If you think you may be above the excludable limits, then you should look at all your costs to make sure you are including everything allowable in that gain calculation. How do you do that? Start with your cost basis. Your cost basis is the purchase price of your home plus any costs associated with that purchase, such as certain closing costs—title fees, legal fees, recording fees, surveys, transfer taxes and title insurance. Then add to your cost basis any improvements you made to your home. Improvements add value to the property or adapt it to new uses. Some improvements are adding rooms, putting in a new system, adding a roof, etc. What is not included in your cost basis are repairs. Check out Publication 523 on the irs.gov site for more guidance with improvements versus repairs.

Cost Basis = Purchase Price + Purchase Fees + Improvements-Depreciation recapture

Your sales price is the selling price less fees paid to sell it (including real estate commissions and fees associated with selling).

Sales Price –Cost Basis = Gain or Loss

If have a gain in excess of the $250K/$500K limits, then you may have to pay capital gains taxes.

Reporting

Also, note that sometimes your gain or loss is reported on a 1099-S Form for tax purposes. This form, like other 1099’s, is sent to the IRS. So, if you did not report the sale along with your costs, you could receive a bill from the IRS. Do not panic, often times it is just a reporting issue. Make sure you go back to your tax return to see if you have a Form 8949. If you do not, you may have to complete that form, or it could just be a response to the IRS letter you receive.

This was a lot of information but can be an important factor in your Financial Plan. If you have any questions or need assistance with your financial life and goals, schedule an appointment with us today—this is what we do!

Financial Journey LLC is a registered investment advisor offering advisory services in the state of Virginia and in other jurisdictions where exempted. Information provided is for educational purposes only and not, in any way, to be considered investment or tax advice.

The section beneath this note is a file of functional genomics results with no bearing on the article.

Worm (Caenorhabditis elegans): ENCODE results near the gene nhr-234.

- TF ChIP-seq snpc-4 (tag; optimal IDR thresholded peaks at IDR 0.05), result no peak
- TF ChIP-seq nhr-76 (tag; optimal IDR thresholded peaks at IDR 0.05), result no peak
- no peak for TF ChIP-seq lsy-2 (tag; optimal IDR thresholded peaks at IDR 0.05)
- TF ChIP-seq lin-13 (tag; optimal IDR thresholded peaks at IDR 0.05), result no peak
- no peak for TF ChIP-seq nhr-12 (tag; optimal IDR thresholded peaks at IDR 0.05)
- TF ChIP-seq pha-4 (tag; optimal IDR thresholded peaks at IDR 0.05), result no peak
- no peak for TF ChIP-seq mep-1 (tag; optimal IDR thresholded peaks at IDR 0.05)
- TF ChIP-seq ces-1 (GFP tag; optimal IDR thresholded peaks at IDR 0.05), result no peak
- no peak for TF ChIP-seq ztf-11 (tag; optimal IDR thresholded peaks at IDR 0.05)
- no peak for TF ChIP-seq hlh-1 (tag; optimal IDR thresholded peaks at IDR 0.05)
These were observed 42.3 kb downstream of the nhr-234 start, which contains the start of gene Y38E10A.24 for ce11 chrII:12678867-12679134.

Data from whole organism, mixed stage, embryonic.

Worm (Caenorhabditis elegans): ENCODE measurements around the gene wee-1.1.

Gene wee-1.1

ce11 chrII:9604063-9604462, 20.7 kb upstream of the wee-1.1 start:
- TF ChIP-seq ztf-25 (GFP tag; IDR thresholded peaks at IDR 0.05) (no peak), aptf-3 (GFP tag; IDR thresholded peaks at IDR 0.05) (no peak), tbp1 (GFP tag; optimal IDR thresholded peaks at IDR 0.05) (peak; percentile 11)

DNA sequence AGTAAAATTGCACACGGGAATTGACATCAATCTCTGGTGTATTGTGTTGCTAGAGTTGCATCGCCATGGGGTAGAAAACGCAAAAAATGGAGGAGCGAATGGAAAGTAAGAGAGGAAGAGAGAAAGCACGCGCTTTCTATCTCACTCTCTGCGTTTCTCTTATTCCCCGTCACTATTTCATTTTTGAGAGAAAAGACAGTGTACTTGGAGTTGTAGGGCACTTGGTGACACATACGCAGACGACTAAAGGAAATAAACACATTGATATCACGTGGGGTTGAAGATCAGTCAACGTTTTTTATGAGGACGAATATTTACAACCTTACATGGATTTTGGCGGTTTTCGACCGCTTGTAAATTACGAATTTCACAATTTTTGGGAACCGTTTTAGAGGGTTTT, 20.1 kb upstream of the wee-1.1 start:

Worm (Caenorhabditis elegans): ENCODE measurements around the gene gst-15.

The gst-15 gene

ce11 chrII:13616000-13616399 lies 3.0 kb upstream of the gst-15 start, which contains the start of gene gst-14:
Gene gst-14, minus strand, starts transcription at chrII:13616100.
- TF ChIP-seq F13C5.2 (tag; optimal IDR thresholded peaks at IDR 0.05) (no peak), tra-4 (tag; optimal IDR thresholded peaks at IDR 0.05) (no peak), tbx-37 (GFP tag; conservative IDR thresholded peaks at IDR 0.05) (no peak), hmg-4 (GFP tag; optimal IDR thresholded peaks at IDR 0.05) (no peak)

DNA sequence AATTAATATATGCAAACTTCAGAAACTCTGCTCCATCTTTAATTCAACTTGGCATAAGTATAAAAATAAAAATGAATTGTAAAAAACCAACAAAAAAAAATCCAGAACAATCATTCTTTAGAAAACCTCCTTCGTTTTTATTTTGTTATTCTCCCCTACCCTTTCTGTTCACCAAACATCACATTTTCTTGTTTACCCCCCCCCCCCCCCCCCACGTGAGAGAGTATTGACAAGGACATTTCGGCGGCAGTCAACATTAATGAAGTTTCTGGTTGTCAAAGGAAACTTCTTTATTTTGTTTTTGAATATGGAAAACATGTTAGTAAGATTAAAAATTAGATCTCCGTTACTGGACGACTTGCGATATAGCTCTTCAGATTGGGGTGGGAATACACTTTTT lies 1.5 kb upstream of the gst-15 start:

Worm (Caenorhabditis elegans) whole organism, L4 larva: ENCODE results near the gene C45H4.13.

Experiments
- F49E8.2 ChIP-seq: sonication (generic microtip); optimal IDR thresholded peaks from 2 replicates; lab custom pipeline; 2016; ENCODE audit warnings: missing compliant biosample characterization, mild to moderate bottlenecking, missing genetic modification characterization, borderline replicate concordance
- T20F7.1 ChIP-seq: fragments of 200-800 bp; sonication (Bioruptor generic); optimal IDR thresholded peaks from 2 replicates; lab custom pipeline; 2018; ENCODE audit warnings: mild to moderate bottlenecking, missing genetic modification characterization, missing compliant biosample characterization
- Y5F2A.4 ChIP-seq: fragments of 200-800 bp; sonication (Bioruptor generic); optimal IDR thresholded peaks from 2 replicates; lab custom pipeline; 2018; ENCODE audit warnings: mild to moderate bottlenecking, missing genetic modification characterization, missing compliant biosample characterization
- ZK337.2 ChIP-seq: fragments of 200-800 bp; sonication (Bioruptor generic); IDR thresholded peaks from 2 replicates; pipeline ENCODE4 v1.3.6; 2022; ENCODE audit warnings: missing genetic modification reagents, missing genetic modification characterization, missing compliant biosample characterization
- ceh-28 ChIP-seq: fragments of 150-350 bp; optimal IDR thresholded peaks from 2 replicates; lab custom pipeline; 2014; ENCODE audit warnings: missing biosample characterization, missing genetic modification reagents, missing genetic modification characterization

Refinance

Interest rates are low and house prices are soaring—so, should you refinance?

What Factors Should You Consider?

There are many factors involved in the refinancing decision—your current interest rate and term, where you are in the lifecycle of your loan, what loan you want to apply for, the cost to refinance, your breakeven for recouping that cost and your monthly cash flow considering your new payment are just to name a few.  Of course, this also assumes you plan on staying in your home for the near term as well.  

Compare Your Amortization Schedule

There are different ways to analyze all these factors.  You can go to websites that have amortization calculators (such as bankrate or nerdwallet) to look at your current amortization schedule and compare it to a new one with the new terms.  It is not always about the total monthly payment.  Look at the breakdown of the monthly payment and see how much is going to principal and interest.  When you start a new loan, the interest is front loaded-meaning most of your payment goes to interest, not reducing your loan balance.   If you think you are only going to stay in your home for another 5 years, then look at your principal balance at the 5-year mark and factor in the cost for obtaining the new loan.  

PMI Insurance

In today’s housing market, home values are soaring.  If you did not have a 20% down payment, you may be paying PMI (mortgage insurance).  With increased home values, you might be able to refinance and have your PMI removed.  This could be savings in your pocket in addition to an interest savings.  

The moral of the story is that there are different reasons to look at refinancing options–both financial and emotional—and there are different factors involved with these decisions.  No situation is the same.  Navigating these types of decisions, in line with your unique personal goals, is what we do here at Financial Journey for our clients.  If you are looking for a trusted partner to help you navigate these types of decisions, we are here to help.  Schedule a meeting with us today to see how we can help you with your own financial journey. 

Financial Journey LLC is a registered investment advisor offering advisory services in the state of Virginia and in other jurisdictions where exempted.  Information provided is for educational purposes only and not, in any way, to be considered investment or tax advice.